Problems and solving them.

Problems.  We are faced with them all the time these days.  But we walked through this door eyes wide open.  We knew we would meet challenge, face doubt, question ourselves.  Why take this journey if it was going to be easy?  What would be easy is to succumb to the fear, to the doubt that lurks in the back of our minds.  Can we do this? Yes. We. Can.  Each day we choose to embrace the fear and push forward.  To prove the doubts wrong. There are risks at every turn, though we can’t forget they are also accompanied by reward. 

Our first training trip together wasn’t without its memorable battles. 

A pool of slush, the water up above boot line.  Halted dogs eyeing us as if we were insane to have endeavored to take the chosen path.  Nora and I, both with our eyes scanning the landscape around us, calmly try to catch the attention of our skiers in the distance. (Hint: They were Meagan and Anna) Each of us trudges off in opposite directions hoping for the end.  We keep going and going.  Finally, solid ground hits for Nora.  A way around!  Megan’s arrived. Anna’s on her way. Now to get the sled out. The team is easy, any excuse to free themselves from the small pond we have encountered atop the ice is embraced.  The sled, not so much.  Digging, pushing, pulling.  Heaving and hoing.  We break free.  Keep running now, momentum is everything!  We’re out.  Problem solved.

Then the portages, the trails leading from one lake to another, often the most fun on a sled. There’s hills and turns.  Logs and rocks.  The obstacles can be endless. And then, there is the mother of them all… the downhill on a slant with a curve at the end next to a tree.  There’s a chance we will hit is just right.  There’s a chance we will hit is just wrong.  We hit it just wrong.  Do we laugh or cry? We laugh. The sled is wedged and on its side. Dogs on one side of the tree, the sled on the other.  We have to back up.  Sleds don’t come with reverse.  A backcountry 3:1 pulley system it is.  I brace myself on the ground, pulling back on the dogs and Anna, Nora, and Meagan pull together on the sled.  Nothing. We try a new anchor.  Nothing.  Hollywood is loose and visiting the lead dogs.  The scene is comical.  My biceps are burning.  We transfer the gangline (what holds the dogs) to the tree.  The sled is free.  Why not go around the other side of the tree?  The direction the sled is already going? I don’t even know who said it, but brilliant! (And, duh. Work smarter, not harder.) We right the sled, push it to the other side of the tree, hook the dogs back up, and we’re back on our way.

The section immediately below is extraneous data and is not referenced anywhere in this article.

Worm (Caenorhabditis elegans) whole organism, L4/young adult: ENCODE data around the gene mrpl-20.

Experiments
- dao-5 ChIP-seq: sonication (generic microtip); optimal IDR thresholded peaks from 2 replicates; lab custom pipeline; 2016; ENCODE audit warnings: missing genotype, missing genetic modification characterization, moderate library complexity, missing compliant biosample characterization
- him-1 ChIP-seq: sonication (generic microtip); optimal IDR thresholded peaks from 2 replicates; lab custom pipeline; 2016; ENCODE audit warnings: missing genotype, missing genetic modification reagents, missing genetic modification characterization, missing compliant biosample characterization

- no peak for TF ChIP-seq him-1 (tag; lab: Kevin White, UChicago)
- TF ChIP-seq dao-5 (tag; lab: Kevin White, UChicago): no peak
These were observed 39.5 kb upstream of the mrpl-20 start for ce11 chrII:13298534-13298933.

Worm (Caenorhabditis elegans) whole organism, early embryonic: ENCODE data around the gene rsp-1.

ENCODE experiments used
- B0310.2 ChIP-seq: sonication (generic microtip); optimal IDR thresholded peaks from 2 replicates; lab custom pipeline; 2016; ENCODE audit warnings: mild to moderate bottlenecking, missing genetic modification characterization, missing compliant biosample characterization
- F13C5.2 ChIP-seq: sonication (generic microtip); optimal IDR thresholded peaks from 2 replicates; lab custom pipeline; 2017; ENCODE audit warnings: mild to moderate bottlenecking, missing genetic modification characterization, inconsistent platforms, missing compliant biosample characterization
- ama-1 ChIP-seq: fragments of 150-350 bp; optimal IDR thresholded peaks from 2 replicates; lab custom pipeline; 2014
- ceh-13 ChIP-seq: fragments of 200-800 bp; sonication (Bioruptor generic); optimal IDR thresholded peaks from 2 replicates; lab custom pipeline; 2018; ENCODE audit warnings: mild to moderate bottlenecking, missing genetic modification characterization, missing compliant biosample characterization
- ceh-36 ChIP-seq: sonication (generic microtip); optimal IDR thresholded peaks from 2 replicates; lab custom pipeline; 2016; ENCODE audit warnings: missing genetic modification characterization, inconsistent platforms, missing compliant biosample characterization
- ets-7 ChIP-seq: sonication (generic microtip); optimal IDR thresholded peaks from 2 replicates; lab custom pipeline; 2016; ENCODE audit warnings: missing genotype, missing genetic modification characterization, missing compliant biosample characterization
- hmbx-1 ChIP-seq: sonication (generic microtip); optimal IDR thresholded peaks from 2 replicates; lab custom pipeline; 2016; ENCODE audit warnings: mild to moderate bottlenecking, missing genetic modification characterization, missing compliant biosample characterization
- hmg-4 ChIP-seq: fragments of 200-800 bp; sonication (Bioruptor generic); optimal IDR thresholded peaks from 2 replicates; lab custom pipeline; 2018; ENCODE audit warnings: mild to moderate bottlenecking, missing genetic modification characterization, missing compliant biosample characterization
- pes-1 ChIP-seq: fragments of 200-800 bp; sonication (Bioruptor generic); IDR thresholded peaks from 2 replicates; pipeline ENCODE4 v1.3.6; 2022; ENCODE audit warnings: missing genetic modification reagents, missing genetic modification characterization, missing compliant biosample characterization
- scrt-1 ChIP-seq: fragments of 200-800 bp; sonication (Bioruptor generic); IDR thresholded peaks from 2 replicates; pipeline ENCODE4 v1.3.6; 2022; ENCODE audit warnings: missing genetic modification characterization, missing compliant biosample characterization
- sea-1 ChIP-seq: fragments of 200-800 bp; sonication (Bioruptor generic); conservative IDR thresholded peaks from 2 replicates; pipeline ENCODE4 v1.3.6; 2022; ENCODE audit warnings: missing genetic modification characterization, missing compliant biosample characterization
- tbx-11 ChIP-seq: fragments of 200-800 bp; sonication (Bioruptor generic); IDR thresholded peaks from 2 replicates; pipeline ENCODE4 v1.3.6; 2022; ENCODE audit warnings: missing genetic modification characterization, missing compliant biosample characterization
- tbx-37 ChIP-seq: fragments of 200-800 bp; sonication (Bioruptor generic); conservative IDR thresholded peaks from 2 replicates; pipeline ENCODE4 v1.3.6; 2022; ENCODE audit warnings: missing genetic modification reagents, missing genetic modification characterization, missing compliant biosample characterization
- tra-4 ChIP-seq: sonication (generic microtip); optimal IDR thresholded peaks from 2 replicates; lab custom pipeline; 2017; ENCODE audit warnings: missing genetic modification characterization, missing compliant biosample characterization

Out there in the woods, on the trail, the problems seem easier.  There’s nowhere to hide. We must face them.  It’s in these moments together that we shine the brightest.  We’re one unit.  All the cogs turning. Every vantage point seen.  All angles examined.  We come together to succeed, aligned in challenge and adventure.

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